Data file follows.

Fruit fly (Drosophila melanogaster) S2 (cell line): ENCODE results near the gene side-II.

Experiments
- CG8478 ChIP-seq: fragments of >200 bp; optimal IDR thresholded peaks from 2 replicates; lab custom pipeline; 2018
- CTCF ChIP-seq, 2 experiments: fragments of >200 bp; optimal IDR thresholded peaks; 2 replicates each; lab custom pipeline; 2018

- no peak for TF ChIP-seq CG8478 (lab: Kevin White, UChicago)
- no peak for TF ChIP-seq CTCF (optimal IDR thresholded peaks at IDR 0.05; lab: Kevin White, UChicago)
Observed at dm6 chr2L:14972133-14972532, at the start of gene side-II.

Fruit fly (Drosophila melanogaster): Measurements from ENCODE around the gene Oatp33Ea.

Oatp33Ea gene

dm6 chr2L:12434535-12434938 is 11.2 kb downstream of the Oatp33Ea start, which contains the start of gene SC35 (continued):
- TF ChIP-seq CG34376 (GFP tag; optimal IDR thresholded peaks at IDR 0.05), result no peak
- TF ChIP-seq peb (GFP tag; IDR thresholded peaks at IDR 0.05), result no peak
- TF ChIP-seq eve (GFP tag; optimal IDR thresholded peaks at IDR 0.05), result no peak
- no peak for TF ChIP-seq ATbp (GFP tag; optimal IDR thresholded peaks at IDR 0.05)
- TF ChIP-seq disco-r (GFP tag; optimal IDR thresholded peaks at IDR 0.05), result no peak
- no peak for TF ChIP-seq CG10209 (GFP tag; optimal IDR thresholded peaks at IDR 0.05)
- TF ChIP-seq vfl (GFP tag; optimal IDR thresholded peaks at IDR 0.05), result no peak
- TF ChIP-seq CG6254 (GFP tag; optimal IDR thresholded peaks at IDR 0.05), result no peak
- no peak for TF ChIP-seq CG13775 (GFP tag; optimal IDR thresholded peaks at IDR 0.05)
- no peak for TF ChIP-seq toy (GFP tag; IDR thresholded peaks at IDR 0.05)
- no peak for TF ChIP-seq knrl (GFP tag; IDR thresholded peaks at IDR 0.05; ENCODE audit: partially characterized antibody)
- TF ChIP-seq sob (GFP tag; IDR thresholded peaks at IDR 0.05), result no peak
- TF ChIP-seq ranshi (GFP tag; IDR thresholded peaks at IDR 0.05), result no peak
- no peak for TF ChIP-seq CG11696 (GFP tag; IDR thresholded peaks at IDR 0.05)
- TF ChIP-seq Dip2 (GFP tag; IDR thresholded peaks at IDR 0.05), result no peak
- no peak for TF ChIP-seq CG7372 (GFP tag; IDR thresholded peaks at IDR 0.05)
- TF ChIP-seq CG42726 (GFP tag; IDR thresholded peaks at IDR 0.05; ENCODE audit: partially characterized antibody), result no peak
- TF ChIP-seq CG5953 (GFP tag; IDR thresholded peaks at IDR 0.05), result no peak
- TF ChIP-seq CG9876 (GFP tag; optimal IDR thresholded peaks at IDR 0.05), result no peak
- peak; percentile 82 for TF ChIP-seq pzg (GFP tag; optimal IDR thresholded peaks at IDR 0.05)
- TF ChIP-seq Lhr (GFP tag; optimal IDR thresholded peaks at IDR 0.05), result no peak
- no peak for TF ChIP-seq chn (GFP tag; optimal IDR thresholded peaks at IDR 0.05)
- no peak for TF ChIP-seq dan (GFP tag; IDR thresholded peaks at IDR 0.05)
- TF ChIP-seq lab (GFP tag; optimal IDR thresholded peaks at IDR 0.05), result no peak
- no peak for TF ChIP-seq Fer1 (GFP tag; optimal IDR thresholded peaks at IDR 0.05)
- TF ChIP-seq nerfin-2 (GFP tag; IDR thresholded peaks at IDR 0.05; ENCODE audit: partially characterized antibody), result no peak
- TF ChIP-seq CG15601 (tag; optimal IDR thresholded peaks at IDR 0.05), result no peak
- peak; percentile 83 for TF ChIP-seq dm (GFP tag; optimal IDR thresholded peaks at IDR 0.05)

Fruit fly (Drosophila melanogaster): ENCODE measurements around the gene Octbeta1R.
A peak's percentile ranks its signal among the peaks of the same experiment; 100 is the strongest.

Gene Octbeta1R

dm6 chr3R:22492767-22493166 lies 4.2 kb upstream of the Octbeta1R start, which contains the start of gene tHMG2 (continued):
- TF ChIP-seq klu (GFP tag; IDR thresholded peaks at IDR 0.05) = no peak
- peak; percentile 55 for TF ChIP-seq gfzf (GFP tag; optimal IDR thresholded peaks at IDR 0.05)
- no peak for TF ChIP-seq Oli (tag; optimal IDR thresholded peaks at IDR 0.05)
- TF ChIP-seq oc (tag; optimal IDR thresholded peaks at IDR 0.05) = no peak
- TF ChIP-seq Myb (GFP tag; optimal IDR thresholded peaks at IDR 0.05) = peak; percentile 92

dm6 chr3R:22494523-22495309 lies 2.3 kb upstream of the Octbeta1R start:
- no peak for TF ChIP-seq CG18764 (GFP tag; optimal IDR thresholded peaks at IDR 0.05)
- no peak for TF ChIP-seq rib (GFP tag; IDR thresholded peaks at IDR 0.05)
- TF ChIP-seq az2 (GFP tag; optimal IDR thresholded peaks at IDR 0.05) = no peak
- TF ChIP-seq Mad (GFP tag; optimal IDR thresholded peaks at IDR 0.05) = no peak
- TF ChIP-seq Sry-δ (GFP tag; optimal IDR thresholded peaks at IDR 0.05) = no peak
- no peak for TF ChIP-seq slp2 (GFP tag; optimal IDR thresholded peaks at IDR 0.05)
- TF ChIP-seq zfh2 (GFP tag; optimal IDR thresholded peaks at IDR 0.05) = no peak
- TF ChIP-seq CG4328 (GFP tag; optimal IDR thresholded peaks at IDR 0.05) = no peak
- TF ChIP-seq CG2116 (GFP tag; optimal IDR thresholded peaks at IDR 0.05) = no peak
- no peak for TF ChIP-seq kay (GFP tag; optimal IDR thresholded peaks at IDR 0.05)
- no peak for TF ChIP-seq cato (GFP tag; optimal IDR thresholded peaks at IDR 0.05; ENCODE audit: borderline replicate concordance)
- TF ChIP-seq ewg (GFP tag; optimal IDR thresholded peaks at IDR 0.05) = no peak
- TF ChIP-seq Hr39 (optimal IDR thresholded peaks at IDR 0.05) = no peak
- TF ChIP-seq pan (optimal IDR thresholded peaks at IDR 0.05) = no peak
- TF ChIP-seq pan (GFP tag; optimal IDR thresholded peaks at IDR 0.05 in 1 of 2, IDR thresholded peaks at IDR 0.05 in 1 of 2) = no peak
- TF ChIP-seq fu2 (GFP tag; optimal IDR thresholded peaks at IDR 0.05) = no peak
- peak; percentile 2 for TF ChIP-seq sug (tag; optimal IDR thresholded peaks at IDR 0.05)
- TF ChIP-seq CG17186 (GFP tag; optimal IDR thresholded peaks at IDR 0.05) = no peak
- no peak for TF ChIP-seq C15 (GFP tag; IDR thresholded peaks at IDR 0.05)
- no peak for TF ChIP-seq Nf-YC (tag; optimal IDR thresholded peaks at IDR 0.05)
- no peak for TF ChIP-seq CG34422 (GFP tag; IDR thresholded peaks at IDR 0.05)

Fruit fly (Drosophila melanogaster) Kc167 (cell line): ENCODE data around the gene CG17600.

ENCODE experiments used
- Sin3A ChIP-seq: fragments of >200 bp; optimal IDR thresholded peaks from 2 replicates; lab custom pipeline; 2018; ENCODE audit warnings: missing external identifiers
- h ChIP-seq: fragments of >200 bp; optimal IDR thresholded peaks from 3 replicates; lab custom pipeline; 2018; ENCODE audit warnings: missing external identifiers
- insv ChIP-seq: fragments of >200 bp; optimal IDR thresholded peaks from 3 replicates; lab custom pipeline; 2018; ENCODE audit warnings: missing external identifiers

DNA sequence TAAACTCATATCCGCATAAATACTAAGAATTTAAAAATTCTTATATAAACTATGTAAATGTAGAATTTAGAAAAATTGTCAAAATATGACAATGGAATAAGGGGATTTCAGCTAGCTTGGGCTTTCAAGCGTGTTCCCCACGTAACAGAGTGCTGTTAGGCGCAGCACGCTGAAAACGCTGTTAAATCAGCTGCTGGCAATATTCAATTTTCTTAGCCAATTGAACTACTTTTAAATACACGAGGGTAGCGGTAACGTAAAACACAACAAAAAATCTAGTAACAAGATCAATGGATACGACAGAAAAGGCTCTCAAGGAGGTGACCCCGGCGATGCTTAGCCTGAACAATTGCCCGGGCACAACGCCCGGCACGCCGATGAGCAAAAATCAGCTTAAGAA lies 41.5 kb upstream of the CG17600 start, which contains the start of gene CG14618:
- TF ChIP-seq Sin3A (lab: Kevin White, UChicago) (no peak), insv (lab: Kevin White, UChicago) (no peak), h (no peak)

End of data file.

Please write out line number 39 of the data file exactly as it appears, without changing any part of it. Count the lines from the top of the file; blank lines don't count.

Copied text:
Fruit fly (Drosophila melanogaster): ENCODE measurements around the gene Octbeta1R.